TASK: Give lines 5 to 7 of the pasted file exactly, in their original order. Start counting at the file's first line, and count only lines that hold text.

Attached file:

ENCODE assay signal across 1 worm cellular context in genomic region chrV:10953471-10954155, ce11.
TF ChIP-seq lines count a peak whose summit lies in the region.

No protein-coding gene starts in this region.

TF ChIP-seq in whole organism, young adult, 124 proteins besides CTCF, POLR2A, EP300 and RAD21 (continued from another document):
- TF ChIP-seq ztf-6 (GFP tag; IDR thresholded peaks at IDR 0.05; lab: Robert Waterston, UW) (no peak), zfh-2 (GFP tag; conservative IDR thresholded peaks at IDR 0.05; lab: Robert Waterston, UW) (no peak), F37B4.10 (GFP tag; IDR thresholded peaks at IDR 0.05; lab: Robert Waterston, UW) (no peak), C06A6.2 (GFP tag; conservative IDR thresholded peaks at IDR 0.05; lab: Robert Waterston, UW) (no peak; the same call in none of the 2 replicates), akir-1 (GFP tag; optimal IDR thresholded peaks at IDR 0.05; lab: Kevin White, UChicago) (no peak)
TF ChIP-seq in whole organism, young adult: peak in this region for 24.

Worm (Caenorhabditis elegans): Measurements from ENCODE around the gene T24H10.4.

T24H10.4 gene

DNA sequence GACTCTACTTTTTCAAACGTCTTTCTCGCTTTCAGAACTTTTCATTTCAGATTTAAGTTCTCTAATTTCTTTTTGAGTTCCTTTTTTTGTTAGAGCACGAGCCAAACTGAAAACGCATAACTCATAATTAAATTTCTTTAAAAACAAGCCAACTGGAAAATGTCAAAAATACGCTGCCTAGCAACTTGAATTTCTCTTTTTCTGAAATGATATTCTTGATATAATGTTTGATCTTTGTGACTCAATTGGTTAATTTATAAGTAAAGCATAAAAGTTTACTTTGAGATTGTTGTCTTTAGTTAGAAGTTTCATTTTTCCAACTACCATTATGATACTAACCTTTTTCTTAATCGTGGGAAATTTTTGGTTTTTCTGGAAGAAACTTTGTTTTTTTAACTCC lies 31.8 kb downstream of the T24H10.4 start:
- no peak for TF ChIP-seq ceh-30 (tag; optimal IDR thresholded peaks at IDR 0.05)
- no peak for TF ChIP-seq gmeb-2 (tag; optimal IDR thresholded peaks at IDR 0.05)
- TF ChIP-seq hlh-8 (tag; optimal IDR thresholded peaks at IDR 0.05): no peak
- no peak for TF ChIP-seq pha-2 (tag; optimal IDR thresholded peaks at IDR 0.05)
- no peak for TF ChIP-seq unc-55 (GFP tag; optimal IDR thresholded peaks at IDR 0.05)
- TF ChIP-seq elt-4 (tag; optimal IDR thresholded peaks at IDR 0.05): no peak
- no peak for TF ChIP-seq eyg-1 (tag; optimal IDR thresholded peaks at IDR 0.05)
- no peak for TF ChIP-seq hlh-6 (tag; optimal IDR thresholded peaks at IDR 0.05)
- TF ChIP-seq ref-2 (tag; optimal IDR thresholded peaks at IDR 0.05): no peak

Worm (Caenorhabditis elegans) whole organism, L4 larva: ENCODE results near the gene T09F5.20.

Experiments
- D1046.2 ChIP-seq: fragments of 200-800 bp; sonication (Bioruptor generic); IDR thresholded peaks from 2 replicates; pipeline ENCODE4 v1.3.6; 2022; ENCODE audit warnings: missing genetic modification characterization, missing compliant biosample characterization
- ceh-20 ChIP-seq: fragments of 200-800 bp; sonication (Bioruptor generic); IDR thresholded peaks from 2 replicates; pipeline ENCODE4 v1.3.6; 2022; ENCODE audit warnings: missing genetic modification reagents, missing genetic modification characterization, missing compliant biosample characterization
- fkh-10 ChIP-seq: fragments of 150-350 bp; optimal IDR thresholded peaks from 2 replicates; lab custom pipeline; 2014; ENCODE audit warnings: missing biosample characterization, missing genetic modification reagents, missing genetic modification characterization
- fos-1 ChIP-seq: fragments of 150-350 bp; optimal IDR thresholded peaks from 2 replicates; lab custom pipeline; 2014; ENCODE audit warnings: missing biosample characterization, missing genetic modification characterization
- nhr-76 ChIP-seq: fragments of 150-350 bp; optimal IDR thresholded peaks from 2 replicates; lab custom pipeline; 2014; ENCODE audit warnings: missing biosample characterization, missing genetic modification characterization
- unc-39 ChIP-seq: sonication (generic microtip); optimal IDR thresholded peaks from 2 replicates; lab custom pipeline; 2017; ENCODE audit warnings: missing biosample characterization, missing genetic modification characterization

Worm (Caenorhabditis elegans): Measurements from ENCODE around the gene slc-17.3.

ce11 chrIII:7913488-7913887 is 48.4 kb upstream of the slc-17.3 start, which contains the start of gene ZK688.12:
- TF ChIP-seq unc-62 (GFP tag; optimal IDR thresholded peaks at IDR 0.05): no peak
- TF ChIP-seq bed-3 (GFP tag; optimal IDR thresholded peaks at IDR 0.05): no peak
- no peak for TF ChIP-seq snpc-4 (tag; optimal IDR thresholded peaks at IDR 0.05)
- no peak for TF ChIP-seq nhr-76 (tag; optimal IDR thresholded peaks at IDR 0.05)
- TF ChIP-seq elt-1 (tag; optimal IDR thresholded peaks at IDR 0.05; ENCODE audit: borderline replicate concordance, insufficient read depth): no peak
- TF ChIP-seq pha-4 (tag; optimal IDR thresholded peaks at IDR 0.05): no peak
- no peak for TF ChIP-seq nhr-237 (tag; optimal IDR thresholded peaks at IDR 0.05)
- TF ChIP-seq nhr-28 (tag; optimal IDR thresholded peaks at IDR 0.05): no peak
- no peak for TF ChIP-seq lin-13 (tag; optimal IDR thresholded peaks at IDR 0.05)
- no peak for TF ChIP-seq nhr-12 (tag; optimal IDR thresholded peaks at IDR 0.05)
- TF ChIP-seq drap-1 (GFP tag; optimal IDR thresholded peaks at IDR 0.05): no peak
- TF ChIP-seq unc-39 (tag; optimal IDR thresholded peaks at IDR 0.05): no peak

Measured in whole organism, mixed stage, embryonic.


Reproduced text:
- TF ChIP-seq ztf-6 (GFP tag; IDR thresholded peaks at IDR 0.05; lab: Robert Waterston, UW) (no peak), zfh-2 (GFP tag; conservative IDR thresholded peaks at IDR 0.05; lab: Robert Waterston, UW) (no peak), F37B4.10 (GFP tag; IDR thresholded peaks at IDR 0.05; lab: Robert Waterston, UW) (no peak), C06A6.2 (GFP tag; conservative IDR thresholded peaks at IDR 0.05; lab: Robert Waterston, UW) (no peak; the same call in none of the 2 replicates), akir-1 (GFP tag; optimal IDR thresholded peaks at IDR 0.05; lab: Kevin White, UChicago) (no peak)
TF ChIP-seq in whole organism, young adult: peak in this region for 24.

Worm (Caenorhabditis elegans): Measurements from ENCODE around the gene T24H10.4.